U.S. Pat. No. 5,991,444 describes a system for automatically generating a mosaic from a plurality of input images.

U.S. Pat. No. 6,040,887 describes a liquid crystal display device comprising a black mask; a group of electrodes; a liquid crystal layer; an orientation control film; a polarizer, and a driver.

U.S. Pat. No. Re. 36,654 describes a color display that is formed by stacking two or more birefringent elements that are tuned to provide different spectral characteristics, and operating each of the elements independently.

U.S. Pat. No. 6,075,504 describes a high brightness presentation display system.

U.S. Pat. No. 6,078,371 describes a micro lens-equipped liquid crystal device capable of ensuring a high picture quality.

U.S. Pat. No. 6,128,054 describes an apparatus for displaying an image that has a display area, which comprises a plurality of displays such as LCDs or CRTs, each displaying a given part of the display area in a side-by-side arrangement facing in the same direction with gaps between them.

U.S. Pat. No. 6,157,420 describes a projection-type display apparatus that includes a light source; a color separating/synthesizing device; and three reflection-type display devices.

U.S. Pat. No. 6,163,349 describes a micro lens array provided on a light-outgoing side of a monochromic LCD element.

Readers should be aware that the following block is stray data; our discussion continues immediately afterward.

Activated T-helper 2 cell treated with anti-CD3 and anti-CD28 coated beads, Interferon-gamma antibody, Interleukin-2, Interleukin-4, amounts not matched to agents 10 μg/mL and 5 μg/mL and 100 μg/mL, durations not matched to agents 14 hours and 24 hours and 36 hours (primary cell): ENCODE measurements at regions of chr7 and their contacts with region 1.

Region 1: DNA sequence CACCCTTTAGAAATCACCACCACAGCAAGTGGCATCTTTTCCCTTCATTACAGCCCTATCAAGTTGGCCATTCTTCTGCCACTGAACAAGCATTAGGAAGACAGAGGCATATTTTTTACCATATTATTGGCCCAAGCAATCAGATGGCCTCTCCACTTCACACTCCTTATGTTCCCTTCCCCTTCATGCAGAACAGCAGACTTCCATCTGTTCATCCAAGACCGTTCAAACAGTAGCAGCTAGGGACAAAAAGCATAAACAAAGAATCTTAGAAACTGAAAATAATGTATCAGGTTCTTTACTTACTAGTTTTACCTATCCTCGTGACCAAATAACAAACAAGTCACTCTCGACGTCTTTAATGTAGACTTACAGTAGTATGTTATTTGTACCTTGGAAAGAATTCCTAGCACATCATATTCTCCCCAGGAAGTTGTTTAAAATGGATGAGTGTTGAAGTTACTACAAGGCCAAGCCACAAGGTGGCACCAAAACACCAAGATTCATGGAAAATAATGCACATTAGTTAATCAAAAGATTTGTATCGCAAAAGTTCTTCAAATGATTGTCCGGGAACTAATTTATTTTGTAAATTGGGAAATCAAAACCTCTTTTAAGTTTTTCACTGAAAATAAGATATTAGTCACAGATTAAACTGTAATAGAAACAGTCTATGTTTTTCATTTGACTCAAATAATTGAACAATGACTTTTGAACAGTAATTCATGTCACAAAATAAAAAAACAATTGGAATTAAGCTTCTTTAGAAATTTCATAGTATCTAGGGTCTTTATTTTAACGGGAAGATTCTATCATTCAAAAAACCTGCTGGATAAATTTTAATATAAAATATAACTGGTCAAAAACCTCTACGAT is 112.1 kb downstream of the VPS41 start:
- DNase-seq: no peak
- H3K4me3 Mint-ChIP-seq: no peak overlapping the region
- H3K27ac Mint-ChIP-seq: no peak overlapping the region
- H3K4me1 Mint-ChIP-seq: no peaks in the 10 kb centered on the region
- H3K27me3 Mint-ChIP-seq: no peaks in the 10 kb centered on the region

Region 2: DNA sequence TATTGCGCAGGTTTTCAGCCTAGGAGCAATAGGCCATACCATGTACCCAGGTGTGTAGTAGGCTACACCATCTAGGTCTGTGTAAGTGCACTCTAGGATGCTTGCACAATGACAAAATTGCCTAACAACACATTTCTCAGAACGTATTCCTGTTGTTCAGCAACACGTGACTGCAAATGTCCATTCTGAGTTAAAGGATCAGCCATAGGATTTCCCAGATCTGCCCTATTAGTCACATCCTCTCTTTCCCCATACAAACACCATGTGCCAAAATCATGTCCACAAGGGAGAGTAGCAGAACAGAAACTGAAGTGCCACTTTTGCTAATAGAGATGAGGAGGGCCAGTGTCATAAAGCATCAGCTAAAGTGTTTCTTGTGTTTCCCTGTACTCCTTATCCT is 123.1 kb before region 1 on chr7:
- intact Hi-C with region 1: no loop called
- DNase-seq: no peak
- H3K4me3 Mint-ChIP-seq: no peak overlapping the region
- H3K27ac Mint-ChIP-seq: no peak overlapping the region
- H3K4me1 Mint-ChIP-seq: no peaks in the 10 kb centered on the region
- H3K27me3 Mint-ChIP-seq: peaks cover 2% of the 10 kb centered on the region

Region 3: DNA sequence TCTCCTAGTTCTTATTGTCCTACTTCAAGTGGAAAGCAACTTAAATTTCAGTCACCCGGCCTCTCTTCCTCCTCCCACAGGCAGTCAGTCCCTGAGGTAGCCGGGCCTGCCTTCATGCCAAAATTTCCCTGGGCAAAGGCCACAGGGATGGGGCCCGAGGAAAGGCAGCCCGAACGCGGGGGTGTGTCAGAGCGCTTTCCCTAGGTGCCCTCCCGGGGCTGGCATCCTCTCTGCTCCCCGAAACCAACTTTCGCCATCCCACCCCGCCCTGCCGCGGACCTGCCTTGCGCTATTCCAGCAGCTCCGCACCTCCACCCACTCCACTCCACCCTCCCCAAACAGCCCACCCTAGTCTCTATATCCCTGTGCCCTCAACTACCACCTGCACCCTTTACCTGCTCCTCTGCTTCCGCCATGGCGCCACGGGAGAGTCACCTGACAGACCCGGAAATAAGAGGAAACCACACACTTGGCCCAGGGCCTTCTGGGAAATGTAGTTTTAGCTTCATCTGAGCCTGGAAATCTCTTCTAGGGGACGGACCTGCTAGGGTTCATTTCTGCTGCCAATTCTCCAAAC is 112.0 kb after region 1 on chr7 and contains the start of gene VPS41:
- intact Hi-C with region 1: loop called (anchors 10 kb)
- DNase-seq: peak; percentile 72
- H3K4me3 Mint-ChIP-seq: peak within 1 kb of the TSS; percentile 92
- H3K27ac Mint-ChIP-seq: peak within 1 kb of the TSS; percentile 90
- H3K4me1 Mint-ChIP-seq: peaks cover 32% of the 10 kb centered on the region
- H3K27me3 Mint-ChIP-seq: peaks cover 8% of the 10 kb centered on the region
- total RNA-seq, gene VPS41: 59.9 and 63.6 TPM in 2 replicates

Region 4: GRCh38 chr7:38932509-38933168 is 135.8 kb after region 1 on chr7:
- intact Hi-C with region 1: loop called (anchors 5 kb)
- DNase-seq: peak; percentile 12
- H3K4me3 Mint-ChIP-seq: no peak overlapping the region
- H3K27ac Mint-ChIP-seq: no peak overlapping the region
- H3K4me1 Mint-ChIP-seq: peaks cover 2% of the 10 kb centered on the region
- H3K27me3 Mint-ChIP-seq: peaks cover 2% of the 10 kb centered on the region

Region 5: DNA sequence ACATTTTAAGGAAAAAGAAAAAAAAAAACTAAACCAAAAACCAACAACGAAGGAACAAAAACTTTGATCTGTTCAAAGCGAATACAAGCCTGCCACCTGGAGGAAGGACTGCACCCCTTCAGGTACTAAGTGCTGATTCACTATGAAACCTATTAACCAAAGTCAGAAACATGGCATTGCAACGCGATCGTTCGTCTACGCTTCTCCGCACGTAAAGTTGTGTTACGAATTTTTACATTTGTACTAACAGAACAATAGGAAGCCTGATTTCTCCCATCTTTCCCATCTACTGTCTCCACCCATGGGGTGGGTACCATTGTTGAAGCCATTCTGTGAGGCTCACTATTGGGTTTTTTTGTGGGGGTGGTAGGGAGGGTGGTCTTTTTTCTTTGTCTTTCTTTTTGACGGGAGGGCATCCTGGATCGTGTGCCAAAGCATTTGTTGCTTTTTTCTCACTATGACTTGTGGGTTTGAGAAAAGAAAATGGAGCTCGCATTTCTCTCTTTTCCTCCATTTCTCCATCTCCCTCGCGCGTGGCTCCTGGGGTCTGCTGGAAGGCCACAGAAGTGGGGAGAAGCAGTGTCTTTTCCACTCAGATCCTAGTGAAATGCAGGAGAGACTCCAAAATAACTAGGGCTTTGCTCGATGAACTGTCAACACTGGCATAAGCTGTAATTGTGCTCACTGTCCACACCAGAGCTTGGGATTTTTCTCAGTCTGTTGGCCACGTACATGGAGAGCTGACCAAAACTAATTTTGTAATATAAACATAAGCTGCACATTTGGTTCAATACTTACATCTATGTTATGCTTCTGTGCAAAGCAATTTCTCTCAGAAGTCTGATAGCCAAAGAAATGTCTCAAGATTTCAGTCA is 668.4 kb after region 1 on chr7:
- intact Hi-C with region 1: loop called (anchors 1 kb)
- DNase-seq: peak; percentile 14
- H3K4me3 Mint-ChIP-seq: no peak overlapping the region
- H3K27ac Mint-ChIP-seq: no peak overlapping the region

U.S. Pat. No. 6,195,184 B1 describes a real-time, dynamic, free space-virtual reality 3-D image display system.

U.S. Pat. No. 6,252,564 B1 describes a process for creating an electronically addressable display.

U.S. Pat. No. 6,266,037 B1 describes a wafer based active matrix reflective light encoding system.

U.S. Pat. No. 6,266,113 B1 describes a reflection type liquid crystal display device.

U.S. Pat. No. 6,330,112 B1 describes an optical modulator and image projection display apparatus.

U.S. Pat. No. 6,332,684 B1 describes a projection type color image display apparatus that includes: a light source section, a first and second fly-eye lens array; a micro lens array; a single image display device; a color separator; and a projection lens.

U.S. Pat. No. 6,346,928 B1 describes a method of presenting a complete image on the retina of an observer.

U.S. Pat. No. 6,351,335 B1 describes a foveated display.